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American appear Author beautiful become believe body called cause character Christ Christian Church circumstances common considered course direct Divine effect England English established evidence existence expression fact faith feel friends give given ground hand head heart human illustration important influence interesting Islands Italy Jews kind King knowledge land language learned less letters light living London look Lord Mamma manner matter means mind moral nature never object observations once opinion original passed period persons practice present Price principles question readers reason received reference regard religion religious remarks respect river seems society spirit supposed taken thing thought tion Traveller true truth volume whole writers
Page 374 - No sea but what is vexed by their fisheries; no climate that is not witness to their toils. Neither the perseverance of Holland, nor the activity of France, nor the dexterous and firm sagacity of English enterprise ever carried this most perilous mode of hardy industry to the extent to which it has been pushed by this recent people; a people who are still, as it were, but in the gristle, and not yet hardened into the bone of manhood.
Page 49 - He that is ready to slip with his feet is as a lamp despised in the thought of him that is at ease.
Page 380 - The Church of England too was formed from her cradle under the nursing care of regular government. But the dissenting interests have sprung up in direct opposition to all the ordinary powers of the world, and could justify that opposition only on a strong claim to natural liberty.
Page 380 - Americans a love of freedom is the predominating feature which marks and distinguishes the whole: and as an ardent is always a jealous affection, your colonies become suspicious, restive and untractable, whenever they see the least attempt to wrest from them by force or shuffle from them by chicane what they think the only advantage worth living for. This fierce spirit of liberty is stronger in the English colonies, probably, than in any other people of the earth...
Page 374 - Falkland Island, which seemed too remote and romantic an object for the grasp of national ambition, is but a stage and resting-place in the progress of their victorious industry. Nor is the equinoctial heat more discouraging to them, than the accumulated winter of both the poles. We know that whilst some of them draw the line and strike the harpoon on the coast of Africa, others run the longitude, and pursue their gigantic game along the coast of Brazil.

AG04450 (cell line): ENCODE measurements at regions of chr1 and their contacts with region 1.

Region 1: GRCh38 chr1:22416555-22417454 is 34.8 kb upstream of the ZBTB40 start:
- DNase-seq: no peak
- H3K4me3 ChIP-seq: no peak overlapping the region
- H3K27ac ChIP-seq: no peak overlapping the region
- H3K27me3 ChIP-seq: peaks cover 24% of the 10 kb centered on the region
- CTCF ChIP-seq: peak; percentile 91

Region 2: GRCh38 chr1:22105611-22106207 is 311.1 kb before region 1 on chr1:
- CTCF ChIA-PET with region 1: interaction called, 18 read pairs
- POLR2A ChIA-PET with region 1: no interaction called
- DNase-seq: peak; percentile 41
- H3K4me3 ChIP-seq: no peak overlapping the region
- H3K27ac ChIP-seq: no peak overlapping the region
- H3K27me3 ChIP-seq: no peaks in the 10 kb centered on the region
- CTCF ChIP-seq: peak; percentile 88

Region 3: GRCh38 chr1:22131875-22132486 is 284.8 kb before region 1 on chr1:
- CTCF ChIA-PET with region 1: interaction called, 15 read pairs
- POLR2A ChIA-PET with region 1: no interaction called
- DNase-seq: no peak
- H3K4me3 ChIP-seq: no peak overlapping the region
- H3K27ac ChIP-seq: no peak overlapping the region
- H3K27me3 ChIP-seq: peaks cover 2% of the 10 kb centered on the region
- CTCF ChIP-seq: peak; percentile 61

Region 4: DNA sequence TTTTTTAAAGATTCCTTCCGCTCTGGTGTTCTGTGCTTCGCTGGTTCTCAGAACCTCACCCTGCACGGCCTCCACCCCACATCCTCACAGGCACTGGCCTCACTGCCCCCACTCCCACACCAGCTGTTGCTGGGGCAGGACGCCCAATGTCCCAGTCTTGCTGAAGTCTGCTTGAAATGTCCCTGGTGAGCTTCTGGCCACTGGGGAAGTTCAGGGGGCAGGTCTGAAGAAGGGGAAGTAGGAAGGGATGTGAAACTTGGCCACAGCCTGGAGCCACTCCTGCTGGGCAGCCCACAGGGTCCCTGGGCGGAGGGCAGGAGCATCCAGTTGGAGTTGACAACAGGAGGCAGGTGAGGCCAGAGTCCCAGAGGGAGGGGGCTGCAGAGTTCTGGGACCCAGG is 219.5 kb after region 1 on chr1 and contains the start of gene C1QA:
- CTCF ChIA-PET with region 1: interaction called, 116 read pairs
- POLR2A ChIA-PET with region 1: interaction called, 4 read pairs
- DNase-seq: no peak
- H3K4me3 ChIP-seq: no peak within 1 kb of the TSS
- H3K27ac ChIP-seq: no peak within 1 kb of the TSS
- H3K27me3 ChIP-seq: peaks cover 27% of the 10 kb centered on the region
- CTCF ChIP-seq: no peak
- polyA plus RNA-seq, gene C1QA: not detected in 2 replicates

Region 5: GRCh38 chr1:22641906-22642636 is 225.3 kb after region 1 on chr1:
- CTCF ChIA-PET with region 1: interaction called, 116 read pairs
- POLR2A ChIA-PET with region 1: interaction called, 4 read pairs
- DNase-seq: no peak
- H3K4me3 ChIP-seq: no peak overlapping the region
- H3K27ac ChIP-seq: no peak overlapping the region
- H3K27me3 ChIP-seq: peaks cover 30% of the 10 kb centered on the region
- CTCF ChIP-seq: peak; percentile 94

Page 203 - The commonwealth seems to me to be a society of men constituted only for the procuring, preserving, and advancing their own civil interests. Civil interest I call life, liberty, health, and indolency of body; and the possession of outward things, such as money, lands, houses, furniture, and the like.
Page 203 - Lastly, those are not at all to be tolerated who deny the being of God. Promises, covenants, and oaths, which are the bonds of human society, can have no hold upon an atheist. The taking away of God, though but even in thought, dissolves all.
Page 381 - The temper and character which prevail in our colonies are, I am afraid, unalterable by any human art. We cannot, I fear, falsify the pedigree of this fierce people, and persuade them that they are not sprung from a nation in whose veins the blood of freedom circulates.
Page 374 - Whilst we follow them among the tumbling mountains of ice, and behold them penetrating into the deepest frozen recesses of Hudson's Bay, and Davis's Straits; — whilst we are looking for them beneath the arctic circle, we hear that they have pierced into the opposite region of polar cold, that they are at the antipodes, and engaged under the. frozen serpent of the south.